On the path to differentiation: upward transfer, logic of variation and sub-optimality in EU social policy
Upward transfer is one of the key concepts for understanding the dynamics of European integration (Jensen et al. 2014). However, upward transfer is often met with resistance, and more recent contributions to this literature particularly emphasize the importance of differentiation in European integration. Differentiated integration refers to cases in which ‘the territorial extension of European Union (EU) membership and EU rule validity are incongruent’ (Holzinger and Schimmelfennig 2012: 292), and it arises as a result of variation in the types and scopes of upward transfer in different member states and across policies. The conventional explanation is that greater heterogeneity among the member states and a broadened functional scope of EU regulation have caused differentiation to rise and to become increasingly visible across EU policies since the second half of the 1990s (Holzinger and Schimmelfennig 2012: 299; Leuffen et al. 2013: 21). This contribution examines the processes of upward transfer and differen-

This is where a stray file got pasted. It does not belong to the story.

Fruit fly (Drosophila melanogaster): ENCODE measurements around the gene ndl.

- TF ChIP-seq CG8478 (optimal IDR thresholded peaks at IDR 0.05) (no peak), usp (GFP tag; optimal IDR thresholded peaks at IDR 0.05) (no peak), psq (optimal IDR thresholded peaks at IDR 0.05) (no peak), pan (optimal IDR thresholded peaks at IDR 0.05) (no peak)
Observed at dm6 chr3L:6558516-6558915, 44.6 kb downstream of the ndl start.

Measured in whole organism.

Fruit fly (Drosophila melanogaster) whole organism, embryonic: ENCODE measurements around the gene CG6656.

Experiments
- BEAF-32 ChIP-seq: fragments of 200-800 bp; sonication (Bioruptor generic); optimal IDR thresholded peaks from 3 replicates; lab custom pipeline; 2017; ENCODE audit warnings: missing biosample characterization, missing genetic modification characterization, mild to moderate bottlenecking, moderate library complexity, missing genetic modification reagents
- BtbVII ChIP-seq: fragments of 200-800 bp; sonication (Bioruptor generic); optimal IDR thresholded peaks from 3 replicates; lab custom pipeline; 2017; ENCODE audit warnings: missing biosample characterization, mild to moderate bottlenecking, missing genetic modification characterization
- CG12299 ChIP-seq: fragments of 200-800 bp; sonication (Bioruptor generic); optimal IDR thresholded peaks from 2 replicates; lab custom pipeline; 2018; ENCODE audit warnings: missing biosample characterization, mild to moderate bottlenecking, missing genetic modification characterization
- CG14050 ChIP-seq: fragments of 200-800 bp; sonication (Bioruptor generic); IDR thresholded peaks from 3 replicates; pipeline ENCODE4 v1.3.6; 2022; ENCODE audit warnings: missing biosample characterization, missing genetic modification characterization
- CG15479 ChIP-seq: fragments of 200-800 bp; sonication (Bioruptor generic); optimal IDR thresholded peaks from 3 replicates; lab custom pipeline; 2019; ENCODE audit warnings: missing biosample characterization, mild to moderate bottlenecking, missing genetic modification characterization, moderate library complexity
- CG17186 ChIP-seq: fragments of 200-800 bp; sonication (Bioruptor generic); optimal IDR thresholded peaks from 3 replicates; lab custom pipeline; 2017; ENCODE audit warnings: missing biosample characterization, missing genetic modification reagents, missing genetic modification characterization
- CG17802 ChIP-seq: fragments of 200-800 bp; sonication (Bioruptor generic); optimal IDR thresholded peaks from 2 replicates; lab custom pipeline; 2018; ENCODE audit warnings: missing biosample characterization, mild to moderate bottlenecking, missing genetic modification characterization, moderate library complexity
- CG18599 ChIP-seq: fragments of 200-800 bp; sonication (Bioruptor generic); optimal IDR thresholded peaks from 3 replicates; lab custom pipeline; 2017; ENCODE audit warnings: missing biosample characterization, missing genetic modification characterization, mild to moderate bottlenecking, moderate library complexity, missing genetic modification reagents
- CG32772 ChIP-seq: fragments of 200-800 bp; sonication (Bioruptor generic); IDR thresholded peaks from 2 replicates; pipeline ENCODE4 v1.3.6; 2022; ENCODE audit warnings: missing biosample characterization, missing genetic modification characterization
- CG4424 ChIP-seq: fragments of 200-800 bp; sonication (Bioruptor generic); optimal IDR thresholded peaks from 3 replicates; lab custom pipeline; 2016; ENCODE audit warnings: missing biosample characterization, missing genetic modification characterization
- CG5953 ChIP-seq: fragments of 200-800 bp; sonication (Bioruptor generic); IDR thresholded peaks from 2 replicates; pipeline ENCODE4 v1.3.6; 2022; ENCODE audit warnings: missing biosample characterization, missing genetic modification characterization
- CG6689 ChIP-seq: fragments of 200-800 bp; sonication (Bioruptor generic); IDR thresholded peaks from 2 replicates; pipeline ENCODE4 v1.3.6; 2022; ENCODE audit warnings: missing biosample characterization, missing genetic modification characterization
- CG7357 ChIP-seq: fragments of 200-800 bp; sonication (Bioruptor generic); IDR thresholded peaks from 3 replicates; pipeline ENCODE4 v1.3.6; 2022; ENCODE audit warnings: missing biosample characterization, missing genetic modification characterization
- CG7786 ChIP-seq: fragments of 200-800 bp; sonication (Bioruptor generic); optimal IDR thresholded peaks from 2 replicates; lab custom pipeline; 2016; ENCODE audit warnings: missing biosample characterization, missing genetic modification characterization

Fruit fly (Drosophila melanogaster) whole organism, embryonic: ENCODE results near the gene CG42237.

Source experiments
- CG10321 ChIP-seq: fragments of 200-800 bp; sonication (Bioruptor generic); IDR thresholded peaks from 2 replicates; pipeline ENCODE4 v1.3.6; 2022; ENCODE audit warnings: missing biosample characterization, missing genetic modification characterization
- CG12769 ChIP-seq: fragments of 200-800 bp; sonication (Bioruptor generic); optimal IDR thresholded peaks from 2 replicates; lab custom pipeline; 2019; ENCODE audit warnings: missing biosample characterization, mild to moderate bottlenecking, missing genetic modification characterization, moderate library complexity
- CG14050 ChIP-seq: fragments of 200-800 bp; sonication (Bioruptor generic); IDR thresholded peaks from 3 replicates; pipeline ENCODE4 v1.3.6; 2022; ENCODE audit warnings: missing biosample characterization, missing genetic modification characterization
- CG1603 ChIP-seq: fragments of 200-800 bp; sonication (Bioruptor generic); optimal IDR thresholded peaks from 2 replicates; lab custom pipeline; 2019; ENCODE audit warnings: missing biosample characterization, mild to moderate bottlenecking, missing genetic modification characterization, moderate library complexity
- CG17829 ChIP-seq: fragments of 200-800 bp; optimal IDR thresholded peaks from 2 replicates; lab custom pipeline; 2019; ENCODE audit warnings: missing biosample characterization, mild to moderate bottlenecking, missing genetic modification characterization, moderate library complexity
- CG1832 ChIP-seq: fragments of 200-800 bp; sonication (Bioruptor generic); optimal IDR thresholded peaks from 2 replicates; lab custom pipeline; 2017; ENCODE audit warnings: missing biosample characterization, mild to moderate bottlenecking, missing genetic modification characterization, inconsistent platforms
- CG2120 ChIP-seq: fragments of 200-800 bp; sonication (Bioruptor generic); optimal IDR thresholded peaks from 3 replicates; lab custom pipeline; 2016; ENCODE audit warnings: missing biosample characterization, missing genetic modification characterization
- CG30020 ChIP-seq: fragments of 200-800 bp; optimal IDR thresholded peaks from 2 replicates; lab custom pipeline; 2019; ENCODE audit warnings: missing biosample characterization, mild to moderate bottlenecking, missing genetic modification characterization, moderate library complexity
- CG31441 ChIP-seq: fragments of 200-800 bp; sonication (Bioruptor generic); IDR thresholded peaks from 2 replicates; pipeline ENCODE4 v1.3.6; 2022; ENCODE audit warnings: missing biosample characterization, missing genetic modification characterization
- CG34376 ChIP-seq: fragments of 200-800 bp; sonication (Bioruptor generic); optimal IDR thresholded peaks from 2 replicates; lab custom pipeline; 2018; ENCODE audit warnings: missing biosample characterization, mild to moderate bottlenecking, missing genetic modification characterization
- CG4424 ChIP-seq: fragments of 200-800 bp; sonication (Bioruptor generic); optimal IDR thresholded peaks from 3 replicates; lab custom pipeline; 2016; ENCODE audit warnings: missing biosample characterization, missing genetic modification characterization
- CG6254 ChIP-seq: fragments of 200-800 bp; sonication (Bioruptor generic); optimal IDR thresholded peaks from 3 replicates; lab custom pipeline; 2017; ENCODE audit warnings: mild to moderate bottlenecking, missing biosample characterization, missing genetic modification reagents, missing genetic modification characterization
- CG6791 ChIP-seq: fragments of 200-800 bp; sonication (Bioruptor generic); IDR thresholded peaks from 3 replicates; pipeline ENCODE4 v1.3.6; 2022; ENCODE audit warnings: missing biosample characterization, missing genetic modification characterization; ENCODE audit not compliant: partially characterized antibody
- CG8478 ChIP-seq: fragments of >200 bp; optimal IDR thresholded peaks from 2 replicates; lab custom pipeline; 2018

tiated integration in the EU’s working time regulation as it has unfolded over time. It identifies the ‘opt-out’ as a means of differentiation that was adopted
structured as follows. The next section presents the theoretical framework, data and method. The third section conducts the analysis of EU working time regulation over time and identifies the causes, dynamics and effects of differentiation on the secondary legislation of EU social policy. The final section provides concluding remarks on the identified ‘path to differentiation’.